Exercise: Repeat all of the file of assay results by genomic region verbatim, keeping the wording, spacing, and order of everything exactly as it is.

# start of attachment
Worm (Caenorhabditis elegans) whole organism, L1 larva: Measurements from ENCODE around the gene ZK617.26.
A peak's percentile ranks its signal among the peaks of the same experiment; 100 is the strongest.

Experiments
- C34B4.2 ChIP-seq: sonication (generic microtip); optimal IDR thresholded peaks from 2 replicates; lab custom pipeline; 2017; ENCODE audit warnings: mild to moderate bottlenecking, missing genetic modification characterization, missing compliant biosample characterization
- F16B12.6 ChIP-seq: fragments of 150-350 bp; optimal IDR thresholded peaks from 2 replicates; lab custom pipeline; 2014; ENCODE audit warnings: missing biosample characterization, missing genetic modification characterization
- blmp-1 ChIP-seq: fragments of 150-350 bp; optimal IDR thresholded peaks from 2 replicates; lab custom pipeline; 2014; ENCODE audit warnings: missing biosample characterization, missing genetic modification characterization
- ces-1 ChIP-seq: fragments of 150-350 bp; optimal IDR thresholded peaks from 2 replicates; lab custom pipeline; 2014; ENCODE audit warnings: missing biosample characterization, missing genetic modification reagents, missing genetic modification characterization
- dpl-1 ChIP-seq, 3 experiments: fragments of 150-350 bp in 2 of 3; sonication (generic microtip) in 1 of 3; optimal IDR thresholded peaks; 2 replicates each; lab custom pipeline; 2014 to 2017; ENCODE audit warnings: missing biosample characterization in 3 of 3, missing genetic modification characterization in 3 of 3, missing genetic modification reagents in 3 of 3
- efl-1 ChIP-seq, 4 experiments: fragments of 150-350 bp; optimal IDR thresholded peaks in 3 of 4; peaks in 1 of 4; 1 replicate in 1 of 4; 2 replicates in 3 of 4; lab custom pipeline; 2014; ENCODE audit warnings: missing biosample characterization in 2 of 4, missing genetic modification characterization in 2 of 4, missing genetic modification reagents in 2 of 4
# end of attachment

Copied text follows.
Worm (Caenorhabditis elegans) whole organism, L1 larva: Measurements from ENCODE around the gene ZK617.26.
A peak's percentile ranks its signal among the peaks of the same experiment; 100 is the strongest.

Experiments
- C34B4.2 ChIP-seq: sonication (generic microtip); optimal IDR thresholded peaks from 2 replicates; lab custom pipeline; 2017; ENCODE audit warnings: mild to moderate bottlenecking, missing genetic modification characterization, missing compliant biosample characterization
- F16B12.6 ChIP-seq: fragments of 150-350 bp; optimal IDR thresholded peaks from 2 replicates; lab custom pipeline; 2014; ENCODE audit warnings: missing biosample characterization, missing genetic modification characterization
- blmp-1 ChIP-seq: fragments of 150-350 bp; optimal IDR thresholded peaks from 2 replicates; lab custom pipeline; 2014; ENCODE audit warnings: missing biosample characterization, missing genetic modification characterization
- ces-1 ChIP-seq: fragments of 150-350 bp; optimal IDR thresholded peaks from 2 replicates; lab custom pipeline; 2014; ENCODE audit warnings: missing biosample characterization, missing genetic modification reagents, missing genetic modification characterization
- dpl-1 ChIP-seq, 3 experiments: fragments of 150-350 bp in 2 of 3; sonication (generic microtip) in 1 of 3; optimal IDR thresholded peaks; 2 replicates each; lab custom pipeline; 2014 to 2017; ENCODE audit warnings: missing biosample characterization in 3 of 3, missing genetic modification characterization in 3 of 3, missing genetic modification reagents in 3 of 3
- efl-1 ChIP-seq, 4 experiments: fragments of 150-350 bp; optimal IDR thresholded peaks in 3 of 4; peaks in 1 of 4; 1 replicate in 1 of 4; 2 replicates in 3 of 4; lab custom pipeline; 2014; ENCODE audit warnings: missing biosample characterization in 2 of 4, missing genetic modification characterization in 2 of 4, missing genetic modification reagents in 2 of 4